Italy’s earthquake-hit towns are bidding for Unesco status

Italy will be putting forward two bids for Unesco World Heritage status from the central Italian region devastated by recent earthquakes, the national Unesco committee said on Monday.

Italy's earthquake-hit towns are bidding for Unesco status
File photo of the prized black truffles: Anne-Christine Poujoulat/AFP

In the running for the prestigious recognition are the 'truffle culture' of Norcia, Umbria, which was one of the worst hit towns in last year's quakes, and a religious festival from l'Aquila, a town still recovering from a deadly tremblor in 2009.

Before the earthquake, Norcia was a town little known outside Italy, except among in-the-know foodies, who celebrated it for its ham and truffles as well as the picturesque scenery.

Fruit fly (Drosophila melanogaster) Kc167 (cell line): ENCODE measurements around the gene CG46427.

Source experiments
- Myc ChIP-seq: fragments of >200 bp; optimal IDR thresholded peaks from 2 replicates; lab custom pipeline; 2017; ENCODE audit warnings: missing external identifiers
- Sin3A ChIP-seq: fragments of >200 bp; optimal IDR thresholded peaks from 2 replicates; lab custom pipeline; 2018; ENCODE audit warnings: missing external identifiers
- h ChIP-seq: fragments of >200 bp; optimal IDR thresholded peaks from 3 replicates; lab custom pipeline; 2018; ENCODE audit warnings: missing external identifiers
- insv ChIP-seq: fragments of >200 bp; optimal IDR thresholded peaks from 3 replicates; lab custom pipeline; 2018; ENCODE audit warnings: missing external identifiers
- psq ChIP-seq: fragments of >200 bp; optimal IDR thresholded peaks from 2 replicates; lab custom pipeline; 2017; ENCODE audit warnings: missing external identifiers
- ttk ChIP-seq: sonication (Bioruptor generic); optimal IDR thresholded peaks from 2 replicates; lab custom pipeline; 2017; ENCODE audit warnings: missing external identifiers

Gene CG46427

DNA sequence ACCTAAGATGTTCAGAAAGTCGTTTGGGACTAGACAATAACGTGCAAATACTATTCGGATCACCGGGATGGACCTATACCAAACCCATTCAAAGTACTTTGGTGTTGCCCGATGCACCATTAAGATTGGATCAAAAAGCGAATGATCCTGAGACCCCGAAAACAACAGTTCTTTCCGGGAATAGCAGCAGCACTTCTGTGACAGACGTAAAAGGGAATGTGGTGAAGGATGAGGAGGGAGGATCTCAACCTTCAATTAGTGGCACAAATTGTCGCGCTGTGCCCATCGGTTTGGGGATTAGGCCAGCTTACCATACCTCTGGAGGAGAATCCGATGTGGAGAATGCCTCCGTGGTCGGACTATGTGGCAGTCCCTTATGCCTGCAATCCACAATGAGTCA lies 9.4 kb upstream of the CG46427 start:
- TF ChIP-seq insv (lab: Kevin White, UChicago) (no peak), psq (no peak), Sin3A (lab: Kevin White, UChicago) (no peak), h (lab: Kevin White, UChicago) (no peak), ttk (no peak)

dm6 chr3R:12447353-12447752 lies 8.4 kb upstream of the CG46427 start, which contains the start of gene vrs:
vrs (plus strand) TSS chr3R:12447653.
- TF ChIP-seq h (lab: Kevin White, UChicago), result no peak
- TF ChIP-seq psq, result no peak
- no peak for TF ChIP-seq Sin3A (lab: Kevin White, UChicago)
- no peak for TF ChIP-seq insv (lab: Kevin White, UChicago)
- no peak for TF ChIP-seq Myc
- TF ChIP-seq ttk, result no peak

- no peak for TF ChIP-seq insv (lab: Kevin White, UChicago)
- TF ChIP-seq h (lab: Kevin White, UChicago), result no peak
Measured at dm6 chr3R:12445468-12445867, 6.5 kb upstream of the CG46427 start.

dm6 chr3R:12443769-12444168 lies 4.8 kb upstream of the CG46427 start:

The regional councillor for Culture and Tourism, Antonella Parigi, said Monday's announcement was “great news for one of the excellent products of our territory”.

Black truffles thrive in Norcia's hills and warm climate, and the 'black diamonds' are celebrated in the town's annual fair, Nero Norcia. 

Comprising markets, tastings and other events revolving around the truffles and other local culinary produce, the fair dates back more than 60 years. Prime Minister Paolo Gentiloni attended the 2017 edition, which went ahead despite ongoing recovery efforts in the town.

According to figures from agricultural organization Coldiretti, the region's truffle industry is worth half a billion euros annually.

However, the series of earthquakes in 2016 left the town's agricultural sector suffering from huge losses of revenue and livestock.

Italy's Unesco committee unanimously voted in favour of submitting the bid from Norcia, along with one from nearby l'Aquila.